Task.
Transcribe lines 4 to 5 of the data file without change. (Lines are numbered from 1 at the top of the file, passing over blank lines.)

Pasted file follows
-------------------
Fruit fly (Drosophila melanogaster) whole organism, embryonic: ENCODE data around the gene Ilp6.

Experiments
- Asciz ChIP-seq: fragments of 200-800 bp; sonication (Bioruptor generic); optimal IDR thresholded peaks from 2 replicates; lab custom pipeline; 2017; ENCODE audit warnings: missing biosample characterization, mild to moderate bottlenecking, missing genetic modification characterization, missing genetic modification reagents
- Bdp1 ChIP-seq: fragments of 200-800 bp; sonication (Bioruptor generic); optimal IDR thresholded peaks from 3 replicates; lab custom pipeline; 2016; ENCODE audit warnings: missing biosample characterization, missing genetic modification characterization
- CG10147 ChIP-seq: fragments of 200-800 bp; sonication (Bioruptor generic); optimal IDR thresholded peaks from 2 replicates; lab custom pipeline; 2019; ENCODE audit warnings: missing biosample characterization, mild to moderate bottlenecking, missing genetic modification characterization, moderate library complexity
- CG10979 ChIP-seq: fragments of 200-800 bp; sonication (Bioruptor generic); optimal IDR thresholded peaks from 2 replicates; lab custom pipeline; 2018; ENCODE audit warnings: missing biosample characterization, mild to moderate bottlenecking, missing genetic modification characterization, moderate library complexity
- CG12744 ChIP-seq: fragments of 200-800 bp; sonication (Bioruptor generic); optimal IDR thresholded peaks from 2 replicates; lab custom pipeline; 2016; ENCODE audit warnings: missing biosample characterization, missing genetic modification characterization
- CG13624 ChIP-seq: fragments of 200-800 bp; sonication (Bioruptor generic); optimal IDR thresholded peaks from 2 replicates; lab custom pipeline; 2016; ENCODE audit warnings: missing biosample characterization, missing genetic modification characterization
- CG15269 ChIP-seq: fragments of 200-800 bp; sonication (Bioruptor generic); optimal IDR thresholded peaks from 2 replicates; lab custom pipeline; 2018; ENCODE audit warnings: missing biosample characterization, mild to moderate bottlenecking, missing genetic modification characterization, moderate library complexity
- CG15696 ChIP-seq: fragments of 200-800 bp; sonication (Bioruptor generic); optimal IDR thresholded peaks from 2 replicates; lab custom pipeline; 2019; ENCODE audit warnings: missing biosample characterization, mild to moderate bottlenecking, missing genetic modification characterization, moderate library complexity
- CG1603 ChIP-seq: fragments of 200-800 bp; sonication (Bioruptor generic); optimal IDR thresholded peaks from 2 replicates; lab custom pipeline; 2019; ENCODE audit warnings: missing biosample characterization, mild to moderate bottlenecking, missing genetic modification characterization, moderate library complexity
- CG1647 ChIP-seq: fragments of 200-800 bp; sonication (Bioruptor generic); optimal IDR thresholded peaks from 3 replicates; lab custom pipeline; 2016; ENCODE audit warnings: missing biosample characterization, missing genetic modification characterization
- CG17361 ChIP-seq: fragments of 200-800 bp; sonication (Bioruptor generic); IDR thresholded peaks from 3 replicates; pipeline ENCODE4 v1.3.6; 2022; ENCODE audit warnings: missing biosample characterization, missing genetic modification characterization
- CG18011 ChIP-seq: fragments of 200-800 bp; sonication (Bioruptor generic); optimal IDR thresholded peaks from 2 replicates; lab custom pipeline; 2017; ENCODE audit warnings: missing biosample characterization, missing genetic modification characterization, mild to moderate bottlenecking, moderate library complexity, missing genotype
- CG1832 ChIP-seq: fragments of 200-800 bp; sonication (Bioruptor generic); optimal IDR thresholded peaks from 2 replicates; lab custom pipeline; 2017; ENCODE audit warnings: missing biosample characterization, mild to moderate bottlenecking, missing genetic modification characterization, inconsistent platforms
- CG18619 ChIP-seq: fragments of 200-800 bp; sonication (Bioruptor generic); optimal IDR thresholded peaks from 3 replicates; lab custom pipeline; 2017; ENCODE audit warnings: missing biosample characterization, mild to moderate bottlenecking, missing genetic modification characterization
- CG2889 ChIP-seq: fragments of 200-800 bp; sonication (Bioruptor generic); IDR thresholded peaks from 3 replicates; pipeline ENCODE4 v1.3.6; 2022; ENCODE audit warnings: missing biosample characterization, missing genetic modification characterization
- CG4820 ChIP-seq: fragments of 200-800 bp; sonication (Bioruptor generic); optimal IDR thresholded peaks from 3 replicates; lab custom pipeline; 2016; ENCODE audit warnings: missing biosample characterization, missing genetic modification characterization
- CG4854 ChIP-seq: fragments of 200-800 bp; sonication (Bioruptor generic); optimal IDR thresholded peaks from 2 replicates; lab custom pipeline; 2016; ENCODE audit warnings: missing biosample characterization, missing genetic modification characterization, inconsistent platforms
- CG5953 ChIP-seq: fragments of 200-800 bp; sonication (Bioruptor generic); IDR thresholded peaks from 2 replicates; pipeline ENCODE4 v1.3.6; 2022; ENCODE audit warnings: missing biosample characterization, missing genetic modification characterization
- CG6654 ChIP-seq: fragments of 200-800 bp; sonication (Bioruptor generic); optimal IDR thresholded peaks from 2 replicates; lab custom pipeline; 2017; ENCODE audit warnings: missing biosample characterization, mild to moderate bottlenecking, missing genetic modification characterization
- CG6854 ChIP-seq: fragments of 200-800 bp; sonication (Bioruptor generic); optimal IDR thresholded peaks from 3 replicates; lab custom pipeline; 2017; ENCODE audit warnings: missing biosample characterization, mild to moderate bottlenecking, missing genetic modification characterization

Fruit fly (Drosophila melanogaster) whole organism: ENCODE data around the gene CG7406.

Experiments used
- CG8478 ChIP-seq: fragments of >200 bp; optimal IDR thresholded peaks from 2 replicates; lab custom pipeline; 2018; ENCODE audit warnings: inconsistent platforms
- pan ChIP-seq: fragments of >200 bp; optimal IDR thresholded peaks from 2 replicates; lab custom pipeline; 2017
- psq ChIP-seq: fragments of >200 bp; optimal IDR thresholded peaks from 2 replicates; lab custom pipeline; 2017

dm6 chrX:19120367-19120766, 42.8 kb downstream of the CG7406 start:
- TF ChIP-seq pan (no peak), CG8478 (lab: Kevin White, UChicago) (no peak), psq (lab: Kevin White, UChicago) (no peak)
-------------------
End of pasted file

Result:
- Bdp1 ChIP-seq: fragments of 200-800 bp; sonication (Bioruptor generic); optimal IDR thresholded peaks from 3 replicates; lab custom pipeline; 2016; ENCODE audit warnings: missing biosample characterization, missing genetic modification characterization
- CG10147 ChIP-seq: fragments of 200-800 bp; sonication (Bioruptor generic); optimal IDR thresholded peaks from 2 replicates; lab custom pipeline; 2019; ENCODE audit warnings: missing biosample characterization, mild to moderate bottlenecking, missing genetic modification characterization, moderate library complexity